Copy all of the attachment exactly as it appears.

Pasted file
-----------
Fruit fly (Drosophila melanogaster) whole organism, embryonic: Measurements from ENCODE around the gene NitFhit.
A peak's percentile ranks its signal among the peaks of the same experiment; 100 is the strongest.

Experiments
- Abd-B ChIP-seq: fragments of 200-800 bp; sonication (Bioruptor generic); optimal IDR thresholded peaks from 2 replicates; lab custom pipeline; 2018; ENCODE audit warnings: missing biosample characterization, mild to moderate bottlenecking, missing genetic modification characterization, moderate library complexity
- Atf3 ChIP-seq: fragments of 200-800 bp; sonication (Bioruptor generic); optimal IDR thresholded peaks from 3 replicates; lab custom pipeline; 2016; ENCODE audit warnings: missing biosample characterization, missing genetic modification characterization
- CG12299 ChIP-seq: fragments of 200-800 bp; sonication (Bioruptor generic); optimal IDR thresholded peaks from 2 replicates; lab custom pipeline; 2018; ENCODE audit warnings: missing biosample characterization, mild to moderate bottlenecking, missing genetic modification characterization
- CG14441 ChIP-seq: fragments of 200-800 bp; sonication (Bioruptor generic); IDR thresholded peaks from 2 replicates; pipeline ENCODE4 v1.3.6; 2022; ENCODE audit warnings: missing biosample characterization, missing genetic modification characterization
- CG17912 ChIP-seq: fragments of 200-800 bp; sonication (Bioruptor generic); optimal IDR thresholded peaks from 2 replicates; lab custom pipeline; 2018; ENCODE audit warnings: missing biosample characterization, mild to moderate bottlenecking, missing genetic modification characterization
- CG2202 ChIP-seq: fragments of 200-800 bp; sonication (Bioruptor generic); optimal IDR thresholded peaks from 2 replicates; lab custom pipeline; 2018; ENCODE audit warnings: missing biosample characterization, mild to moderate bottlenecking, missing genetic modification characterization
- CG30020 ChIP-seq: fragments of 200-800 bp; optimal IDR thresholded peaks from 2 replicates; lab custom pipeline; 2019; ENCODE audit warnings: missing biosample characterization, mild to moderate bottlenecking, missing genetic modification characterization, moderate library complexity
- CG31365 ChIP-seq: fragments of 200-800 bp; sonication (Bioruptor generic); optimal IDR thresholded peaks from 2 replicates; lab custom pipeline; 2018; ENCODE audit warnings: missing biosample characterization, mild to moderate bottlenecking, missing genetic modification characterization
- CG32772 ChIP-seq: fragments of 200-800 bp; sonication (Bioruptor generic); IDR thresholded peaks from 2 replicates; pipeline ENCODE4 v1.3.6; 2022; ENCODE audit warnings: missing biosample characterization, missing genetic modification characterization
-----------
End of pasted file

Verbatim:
Fruit fly (Drosophila melanogaster) whole organism, embryonic: Measurements from ENCODE around the gene NitFhit.
A peak's percentile ranks its signal among the peaks of the same experiment; 100 is the strongest.

Experiments
- Abd-B ChIP-seq: fragments of 200-800 bp; sonication (Bioruptor generic); optimal IDR thresholded peaks from 2 replicates; lab custom pipeline; 2018; ENCODE audit warnings: missing biosample characterization, mild to moderate bottlenecking, missing genetic modification characterization, moderate library complexity
- Atf3 ChIP-seq: fragments of 200-800 bp; sonication (Bioruptor generic); optimal IDR thresholded peaks from 3 replicates; lab custom pipeline; 2016; ENCODE audit warnings: missing biosample characterization, missing genetic modification characterization
- CG12299 ChIP-seq: fragments of 200-800 bp; sonication (Bioruptor generic); optimal IDR thresholded peaks from 2 replicates; lab custom pipeline; 2018; ENCODE audit warnings: missing biosample characterization, mild to moderate bottlenecking, missing genetic modification characterization
- CG14441 ChIP-seq: fragments of 200-800 bp; sonication (Bioruptor generic); IDR thresholded peaks from 2 replicates; pipeline ENCODE4 v1.3.6; 2022; ENCODE audit warnings: missing biosample characterization, missing genetic modification characterization
- CG17912 ChIP-seq: fragments of 200-800 bp; sonication (Bioruptor generic); optimal IDR thresholded peaks from 2 replicates; lab custom pipeline; 2018; ENCODE audit warnings: missing biosample characterization, mild to moderate bottlenecking, missing genetic modification characterization
- CG2202 ChIP-seq: fragments of 200-800 bp; sonication (Bioruptor generic); optimal IDR thresholded peaks from 2 replicates; lab custom pipeline; 2018; ENCODE audit warnings: missing biosample characterization, mild to moderate bottlenecking, missing genetic modification characterization
- CG30020 ChIP-seq: fragments of 200-800 bp; optimal IDR thresholded peaks from 2 replicates; lab custom pipeline; 2019; ENCODE audit warnings: missing biosample characterization, mild to moderate bottlenecking, missing genetic modification characterization, moderate library complexity
- CG31365 ChIP-seq: fragments of 200-800 bp; sonication (Bioruptor generic); optimal IDR thresholded peaks from 2 replicates; lab custom pipeline; 2018; ENCODE audit warnings: missing biosample characterization, mild to moderate bottlenecking, missing genetic modification characterization
- CG32772 ChIP-seq: fragments of 200-800 bp; sonication (Bioruptor generic); IDR thresholded peaks from 2 replicates; pipeline ENCODE4 v1.3.6; 2022; ENCODE audit warnings: missing biosample characterization, missing genetic modification characterization